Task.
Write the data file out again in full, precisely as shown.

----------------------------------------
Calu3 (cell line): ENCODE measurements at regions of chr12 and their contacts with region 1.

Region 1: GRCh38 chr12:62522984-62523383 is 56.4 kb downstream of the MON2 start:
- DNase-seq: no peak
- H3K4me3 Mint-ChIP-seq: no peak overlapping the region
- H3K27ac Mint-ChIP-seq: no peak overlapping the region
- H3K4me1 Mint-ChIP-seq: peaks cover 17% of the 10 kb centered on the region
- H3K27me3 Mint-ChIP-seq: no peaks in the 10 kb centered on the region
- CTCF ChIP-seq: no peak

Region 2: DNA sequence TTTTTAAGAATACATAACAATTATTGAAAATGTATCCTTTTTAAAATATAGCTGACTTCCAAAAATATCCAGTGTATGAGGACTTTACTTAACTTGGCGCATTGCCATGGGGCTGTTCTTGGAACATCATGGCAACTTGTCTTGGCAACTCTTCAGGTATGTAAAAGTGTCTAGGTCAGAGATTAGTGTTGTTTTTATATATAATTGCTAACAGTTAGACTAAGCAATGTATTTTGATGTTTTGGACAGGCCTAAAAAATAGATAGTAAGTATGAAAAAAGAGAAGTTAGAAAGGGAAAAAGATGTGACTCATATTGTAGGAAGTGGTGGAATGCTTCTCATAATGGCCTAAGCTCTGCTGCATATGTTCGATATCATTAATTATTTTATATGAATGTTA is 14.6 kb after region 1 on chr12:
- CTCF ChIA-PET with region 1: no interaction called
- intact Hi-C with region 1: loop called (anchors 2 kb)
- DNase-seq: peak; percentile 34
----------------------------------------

Calu3 (cell line): ENCODE measurements at regions of chr12 and their contacts with region 1.

Region 1: GRCh38 chr12:62522984-62523383 is 56.4 kb downstream of the MON2 start:
- DNase-seq: no peak
- H3K4me3 Mint-ChIP-seq: no peak overlapping the region
- H3K27ac Mint-ChIP-seq: no peak overlapping the region
- H3K4me1 Mint-ChIP-seq: peaks cover 17% of the 10 kb centered on the region
- H3K27me3 Mint-ChIP-seq: no peaks in the 10 kb centered on the region
- CTCF ChIP-seq: no peak

Region 2: DNA sequence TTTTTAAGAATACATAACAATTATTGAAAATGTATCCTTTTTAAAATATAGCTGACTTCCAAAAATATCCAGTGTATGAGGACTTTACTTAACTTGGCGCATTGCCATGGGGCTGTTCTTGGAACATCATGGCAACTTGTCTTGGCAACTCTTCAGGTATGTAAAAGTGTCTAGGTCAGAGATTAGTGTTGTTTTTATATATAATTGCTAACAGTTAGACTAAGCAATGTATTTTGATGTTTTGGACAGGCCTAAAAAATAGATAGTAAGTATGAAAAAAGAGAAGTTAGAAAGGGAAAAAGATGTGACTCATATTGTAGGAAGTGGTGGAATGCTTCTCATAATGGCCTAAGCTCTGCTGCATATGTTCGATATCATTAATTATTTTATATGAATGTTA is 14.6 kb after region 1 on chr12:
- CTCF ChIA-PET with region 1: no interaction called
- intact Hi-C with region 1: loop called (anchors 2 kb)
- DNase-seq: peak; percentile 34